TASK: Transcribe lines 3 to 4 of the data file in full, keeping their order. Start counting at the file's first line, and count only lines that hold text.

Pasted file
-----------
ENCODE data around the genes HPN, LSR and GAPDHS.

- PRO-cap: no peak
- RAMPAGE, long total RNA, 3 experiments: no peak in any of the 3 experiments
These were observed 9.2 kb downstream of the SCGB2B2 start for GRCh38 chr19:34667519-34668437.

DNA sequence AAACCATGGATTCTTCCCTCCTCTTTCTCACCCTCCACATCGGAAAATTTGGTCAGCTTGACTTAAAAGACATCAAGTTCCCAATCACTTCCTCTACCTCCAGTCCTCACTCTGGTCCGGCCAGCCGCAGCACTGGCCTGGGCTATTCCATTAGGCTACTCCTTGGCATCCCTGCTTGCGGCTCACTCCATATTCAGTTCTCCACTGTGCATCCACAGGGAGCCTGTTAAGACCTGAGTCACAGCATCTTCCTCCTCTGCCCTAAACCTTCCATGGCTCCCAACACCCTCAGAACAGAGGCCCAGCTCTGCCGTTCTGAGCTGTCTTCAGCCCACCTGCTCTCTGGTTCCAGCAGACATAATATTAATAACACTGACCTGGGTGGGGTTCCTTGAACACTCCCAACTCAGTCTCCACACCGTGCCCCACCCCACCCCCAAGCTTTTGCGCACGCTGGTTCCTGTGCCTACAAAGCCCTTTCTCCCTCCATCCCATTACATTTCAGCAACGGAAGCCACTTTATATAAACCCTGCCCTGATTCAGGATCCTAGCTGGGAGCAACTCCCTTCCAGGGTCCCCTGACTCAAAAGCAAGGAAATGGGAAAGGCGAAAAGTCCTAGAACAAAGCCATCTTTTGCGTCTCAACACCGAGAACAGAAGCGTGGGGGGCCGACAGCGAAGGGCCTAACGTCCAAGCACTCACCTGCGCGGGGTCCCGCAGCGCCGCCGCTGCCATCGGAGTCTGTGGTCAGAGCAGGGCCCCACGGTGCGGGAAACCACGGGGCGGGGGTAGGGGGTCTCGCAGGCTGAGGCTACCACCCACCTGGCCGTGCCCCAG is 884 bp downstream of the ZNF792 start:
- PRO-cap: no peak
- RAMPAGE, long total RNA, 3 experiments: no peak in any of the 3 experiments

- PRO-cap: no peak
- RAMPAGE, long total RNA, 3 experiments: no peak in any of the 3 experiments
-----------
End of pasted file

- RAMPAGE, long total RNA, 3 experiments: no peak in any of the 3 experiments
These were observed 9.2 kb downstream of the SCGB2B2 start for GRCh38 chr19:34667519-34668437.